Japan, Australia Share China Concerns, Augment Defense Ties

Japanese Foreign Minister Toshimitsu Motegi, right, and Defense Minister Nobuo Kishi, second right, attend a video conference with Australian Foreign Minister Marise Payne, left on screen, and Australian Defense Minister Peter Dutton, right on screen, at Foreign Ministry in Tokyo during their two-plus-two ministerial meeting Wednesday, June 9, 2021, in Tokyo. (AP Photo/Eugene Hoshiko, Pool)
Japanese Foreign Minister Toshimitsu Motegi, right, and Defense Minister Nobuo Kishi, second right, attend a video conference with Australian Foreign Minister Marise Payne, left on screen, and Australian Defense Minister Peter Dutton, right on screen, at Foreign Ministry in Tokyo during their two-plus-two ministerial meeting Wednesday, June 9, 2021, in Tokyo. (AP Photo/Eugene Hoshiko, Pool)
View All (7)

TOKYO (AP) — Japan and Australia on Wednesday shared concern about China’s increasingly assertive actions in regional seas and expressed strong objections to “coercive or destabilizing” behavior.

Foreign and defense ministers from the two countries agreed in the online talks to strengthen their security ties as China presses its claims to contested areas in the Asia-Pacific region.

Japanese Foreign Minister Toshimitsu Motegi told reporters after the talks that the officials shared their concerns about China's activity in the East and South China Seas as a challenge to the international community. Motegi was joined by Japanese Defense Minister Nobuo Kishi and their Australian counterparts, Marise Payne and Peter Dutton.

Japan regularly protests to China over its coast guard presence near the Japanese-controlled Senkaku islands, which China also claims and calls Diaoyu. Chinese vessels routinely violate Japanese territorial waters around the islands, sometimes threatening fishing boats, Japanese officials say.

Japan and China are also in dispute over the development of undersea resources in the area.

“We reinforce our strong opposition to any destabilizing or coercive unilateral actions that could alter the status quo and increase tension in the East China Sea," Japan and Australia said in a joint statement released after the talks. The behavior “undermines the rules-based international order," they said.

In the South China Sea, China's sweeping territorial claims have clashed with those of its neighbors, which accuse Beijing of militarizing one of the world's busiest sea lanes.

The joint statement expressed “serious concerns about the recent negative developments and serious incidents in the South China Sea, including continuing militarization of disputed features, dangerous use of coast guard vessels and ‘maritime militia,' and efforts to disrupt other countries' resources exploitation activities.”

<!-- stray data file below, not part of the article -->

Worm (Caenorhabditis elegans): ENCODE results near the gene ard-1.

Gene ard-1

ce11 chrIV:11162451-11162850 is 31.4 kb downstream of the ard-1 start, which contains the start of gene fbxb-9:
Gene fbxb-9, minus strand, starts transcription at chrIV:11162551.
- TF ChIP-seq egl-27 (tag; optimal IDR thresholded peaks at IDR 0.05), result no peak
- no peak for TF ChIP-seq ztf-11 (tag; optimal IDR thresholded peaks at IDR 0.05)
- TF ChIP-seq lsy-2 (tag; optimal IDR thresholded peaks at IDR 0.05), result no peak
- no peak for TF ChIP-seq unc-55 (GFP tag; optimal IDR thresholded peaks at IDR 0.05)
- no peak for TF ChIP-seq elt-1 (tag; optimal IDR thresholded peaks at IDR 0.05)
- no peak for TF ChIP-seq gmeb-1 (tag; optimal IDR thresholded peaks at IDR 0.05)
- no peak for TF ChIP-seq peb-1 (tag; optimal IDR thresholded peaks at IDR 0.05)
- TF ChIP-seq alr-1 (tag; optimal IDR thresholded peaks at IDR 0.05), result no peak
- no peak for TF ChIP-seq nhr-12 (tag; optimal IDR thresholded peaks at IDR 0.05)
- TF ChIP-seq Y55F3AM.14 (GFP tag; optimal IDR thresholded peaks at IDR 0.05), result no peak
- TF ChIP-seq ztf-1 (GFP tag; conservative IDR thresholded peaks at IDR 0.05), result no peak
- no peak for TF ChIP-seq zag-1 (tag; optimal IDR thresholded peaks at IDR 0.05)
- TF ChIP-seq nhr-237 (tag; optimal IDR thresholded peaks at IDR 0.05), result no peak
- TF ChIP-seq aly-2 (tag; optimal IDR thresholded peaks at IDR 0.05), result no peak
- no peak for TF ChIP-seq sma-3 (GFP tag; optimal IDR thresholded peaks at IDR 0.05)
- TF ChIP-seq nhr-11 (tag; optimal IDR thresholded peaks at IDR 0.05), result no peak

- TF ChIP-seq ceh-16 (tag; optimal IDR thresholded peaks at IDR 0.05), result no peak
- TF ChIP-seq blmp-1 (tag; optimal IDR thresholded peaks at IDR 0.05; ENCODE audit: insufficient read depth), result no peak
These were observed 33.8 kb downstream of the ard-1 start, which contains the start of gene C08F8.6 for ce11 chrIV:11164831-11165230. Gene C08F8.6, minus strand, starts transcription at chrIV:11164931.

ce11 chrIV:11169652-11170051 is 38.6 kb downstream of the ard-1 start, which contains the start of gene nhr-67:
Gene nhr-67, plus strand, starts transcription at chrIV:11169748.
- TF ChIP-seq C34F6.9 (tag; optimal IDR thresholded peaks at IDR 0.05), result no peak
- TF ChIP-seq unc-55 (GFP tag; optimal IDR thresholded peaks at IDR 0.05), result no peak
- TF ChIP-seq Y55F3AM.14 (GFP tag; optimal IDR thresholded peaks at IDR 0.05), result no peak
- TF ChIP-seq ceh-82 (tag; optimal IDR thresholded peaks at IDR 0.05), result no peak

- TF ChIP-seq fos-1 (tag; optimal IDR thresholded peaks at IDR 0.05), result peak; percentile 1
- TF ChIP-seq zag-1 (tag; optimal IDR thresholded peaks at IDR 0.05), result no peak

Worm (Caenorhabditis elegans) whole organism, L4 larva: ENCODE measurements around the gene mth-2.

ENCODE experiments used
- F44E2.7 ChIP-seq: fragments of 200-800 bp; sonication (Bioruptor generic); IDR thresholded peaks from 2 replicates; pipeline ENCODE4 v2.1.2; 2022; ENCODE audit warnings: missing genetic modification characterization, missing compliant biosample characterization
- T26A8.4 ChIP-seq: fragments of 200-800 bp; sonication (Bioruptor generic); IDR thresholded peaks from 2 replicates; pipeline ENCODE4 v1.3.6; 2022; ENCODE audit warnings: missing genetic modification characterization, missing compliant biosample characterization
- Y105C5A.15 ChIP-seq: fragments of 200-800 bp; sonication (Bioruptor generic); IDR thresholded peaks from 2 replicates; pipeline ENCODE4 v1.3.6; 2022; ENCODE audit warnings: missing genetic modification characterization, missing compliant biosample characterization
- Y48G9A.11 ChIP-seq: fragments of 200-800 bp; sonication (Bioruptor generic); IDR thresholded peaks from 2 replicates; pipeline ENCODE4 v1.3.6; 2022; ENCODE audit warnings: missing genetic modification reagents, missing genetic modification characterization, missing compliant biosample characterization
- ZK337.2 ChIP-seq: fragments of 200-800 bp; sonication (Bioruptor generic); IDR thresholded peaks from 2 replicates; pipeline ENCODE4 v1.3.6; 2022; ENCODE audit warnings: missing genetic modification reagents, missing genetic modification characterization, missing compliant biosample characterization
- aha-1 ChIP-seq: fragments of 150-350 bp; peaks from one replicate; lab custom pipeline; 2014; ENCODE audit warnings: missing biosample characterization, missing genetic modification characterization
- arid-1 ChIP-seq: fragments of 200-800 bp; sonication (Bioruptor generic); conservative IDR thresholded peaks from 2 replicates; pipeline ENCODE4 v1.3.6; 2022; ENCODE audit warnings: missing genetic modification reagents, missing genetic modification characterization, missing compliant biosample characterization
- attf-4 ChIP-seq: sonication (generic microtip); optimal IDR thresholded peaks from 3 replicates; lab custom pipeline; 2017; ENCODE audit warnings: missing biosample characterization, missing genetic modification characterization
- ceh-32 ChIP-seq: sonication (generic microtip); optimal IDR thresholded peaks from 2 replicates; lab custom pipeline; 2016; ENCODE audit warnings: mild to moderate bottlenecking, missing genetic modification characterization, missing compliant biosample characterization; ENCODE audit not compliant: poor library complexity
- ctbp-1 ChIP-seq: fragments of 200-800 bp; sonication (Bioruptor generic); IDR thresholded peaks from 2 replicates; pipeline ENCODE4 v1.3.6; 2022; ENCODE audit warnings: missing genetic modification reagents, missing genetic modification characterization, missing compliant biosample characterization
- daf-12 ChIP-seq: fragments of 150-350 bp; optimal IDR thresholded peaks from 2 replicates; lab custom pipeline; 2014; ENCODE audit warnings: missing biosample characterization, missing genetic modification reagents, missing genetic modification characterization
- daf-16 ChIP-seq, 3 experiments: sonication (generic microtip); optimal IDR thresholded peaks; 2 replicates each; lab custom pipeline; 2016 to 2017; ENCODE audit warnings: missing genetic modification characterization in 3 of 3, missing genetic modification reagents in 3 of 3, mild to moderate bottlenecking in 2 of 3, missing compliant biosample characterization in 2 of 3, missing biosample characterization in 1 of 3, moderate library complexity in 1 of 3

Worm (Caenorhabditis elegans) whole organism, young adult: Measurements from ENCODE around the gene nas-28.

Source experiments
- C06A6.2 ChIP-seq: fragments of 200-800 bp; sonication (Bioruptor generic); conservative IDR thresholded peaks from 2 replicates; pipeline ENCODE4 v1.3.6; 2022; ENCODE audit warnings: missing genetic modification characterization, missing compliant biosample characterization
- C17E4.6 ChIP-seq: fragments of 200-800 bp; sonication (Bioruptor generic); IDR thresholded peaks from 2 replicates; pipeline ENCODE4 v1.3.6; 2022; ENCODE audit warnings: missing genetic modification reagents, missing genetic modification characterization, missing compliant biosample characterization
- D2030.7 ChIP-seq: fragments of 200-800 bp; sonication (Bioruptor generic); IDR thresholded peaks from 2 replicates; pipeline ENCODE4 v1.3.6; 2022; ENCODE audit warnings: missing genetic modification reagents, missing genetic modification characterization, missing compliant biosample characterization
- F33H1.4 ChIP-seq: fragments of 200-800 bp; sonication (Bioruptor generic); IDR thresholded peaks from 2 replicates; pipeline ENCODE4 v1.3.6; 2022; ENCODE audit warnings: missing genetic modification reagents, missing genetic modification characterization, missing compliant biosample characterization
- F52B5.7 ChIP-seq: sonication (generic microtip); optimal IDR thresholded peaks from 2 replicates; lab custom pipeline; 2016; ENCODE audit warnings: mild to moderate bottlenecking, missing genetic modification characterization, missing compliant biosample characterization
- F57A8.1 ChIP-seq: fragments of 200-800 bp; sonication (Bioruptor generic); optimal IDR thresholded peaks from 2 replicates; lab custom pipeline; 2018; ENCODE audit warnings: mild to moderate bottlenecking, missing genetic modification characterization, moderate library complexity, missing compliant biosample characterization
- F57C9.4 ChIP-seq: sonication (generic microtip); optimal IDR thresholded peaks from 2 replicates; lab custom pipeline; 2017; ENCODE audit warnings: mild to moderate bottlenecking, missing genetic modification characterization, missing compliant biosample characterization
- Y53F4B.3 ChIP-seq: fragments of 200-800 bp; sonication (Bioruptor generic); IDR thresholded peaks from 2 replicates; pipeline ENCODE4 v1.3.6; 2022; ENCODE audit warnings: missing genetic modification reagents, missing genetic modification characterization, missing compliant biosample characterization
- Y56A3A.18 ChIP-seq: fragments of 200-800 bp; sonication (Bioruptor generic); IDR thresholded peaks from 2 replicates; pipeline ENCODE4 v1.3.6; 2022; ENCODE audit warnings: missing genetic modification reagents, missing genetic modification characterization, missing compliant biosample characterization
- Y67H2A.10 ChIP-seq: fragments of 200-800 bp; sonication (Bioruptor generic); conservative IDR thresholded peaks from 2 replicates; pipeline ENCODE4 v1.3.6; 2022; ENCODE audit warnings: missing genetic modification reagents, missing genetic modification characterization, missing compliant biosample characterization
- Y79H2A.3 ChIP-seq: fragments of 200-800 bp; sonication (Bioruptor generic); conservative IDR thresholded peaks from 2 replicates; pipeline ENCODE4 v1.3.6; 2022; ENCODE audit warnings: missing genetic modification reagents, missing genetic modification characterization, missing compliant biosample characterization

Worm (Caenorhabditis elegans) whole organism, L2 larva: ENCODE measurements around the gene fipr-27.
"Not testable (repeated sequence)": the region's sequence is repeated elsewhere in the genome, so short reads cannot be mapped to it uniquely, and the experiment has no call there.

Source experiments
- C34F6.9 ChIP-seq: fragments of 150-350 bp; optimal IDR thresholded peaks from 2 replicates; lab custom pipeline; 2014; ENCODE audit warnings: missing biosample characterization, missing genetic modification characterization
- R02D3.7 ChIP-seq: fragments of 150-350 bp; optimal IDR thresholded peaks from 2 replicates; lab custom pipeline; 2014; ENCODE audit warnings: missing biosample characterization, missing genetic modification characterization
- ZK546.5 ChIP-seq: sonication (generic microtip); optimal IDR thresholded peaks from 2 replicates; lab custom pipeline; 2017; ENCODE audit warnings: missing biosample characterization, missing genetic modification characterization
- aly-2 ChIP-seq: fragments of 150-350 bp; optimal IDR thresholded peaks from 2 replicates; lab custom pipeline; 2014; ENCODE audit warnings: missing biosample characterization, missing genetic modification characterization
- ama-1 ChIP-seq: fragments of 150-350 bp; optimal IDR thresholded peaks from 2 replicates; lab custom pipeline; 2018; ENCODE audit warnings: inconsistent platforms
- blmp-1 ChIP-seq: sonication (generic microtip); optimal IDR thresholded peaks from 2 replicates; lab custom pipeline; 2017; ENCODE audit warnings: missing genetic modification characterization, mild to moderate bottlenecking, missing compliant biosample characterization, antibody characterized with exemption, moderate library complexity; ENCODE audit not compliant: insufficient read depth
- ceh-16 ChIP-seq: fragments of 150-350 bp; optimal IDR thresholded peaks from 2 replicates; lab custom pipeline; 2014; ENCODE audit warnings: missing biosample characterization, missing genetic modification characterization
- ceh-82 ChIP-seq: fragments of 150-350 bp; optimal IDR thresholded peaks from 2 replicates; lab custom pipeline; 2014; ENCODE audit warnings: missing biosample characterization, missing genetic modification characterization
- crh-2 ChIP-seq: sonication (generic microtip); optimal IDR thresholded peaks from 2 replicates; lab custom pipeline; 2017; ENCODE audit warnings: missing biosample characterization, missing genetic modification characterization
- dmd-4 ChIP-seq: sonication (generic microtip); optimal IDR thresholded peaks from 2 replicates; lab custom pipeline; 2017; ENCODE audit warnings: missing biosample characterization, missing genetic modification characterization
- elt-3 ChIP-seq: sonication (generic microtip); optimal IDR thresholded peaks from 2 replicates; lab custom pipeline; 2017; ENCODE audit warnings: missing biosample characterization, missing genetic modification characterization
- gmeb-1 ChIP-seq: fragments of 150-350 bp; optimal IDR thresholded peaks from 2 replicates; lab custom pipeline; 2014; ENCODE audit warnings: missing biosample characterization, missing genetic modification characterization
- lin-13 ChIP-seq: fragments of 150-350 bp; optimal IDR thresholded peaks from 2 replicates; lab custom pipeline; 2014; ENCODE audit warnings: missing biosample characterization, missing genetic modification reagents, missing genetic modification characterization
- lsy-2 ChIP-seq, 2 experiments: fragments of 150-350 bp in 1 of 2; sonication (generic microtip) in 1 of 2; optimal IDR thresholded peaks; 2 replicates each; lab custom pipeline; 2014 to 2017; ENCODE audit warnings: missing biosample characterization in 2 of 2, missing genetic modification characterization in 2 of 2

“We reaffirmed our strong opposition to any unilateral attempts to change the status quo” by China, Motegi said. He also added that the four ministers shared “grave concern” over China’s human rights abuses in Hong Kong and the western Xinjiang region, where Uyghurs and other Muslim minorities live.

The statement called on China "to grant urgent, meaningful and unfettered access to Xinjiang for independent international observers including the U.N. high commissioner for human rights.”

The meeting also reaffirmed the importance of maintaining peace and stability in the Taiwan Strait, where China has recently stepped up a campaign of pressure on the self-ruled island.

China responded that it is determined to defend its sovereignty, security and development interests.

“China has indisputable sovereignty over the South China Sea islands and their nearby waters, and over the Diaoyu Island and its affiliated islets,” Foreign Ministry spokesperson Wang Wenbin told a daily briefing in Beijing.

“Issues related to Xinjiang and Hong Kong are China’s internal affairs that no foreign country should intervene. China firmly rejects Japan and Australia’s efforts to smear China and interfere in China’s internal affairs,” Wang said.

Japan and Australia are in the final stages of a defense cooperation deal that will allow the Japanese Self-Defense Force to protect Australian military assets, which will be only the second for Japan outside of its alliance with the United States.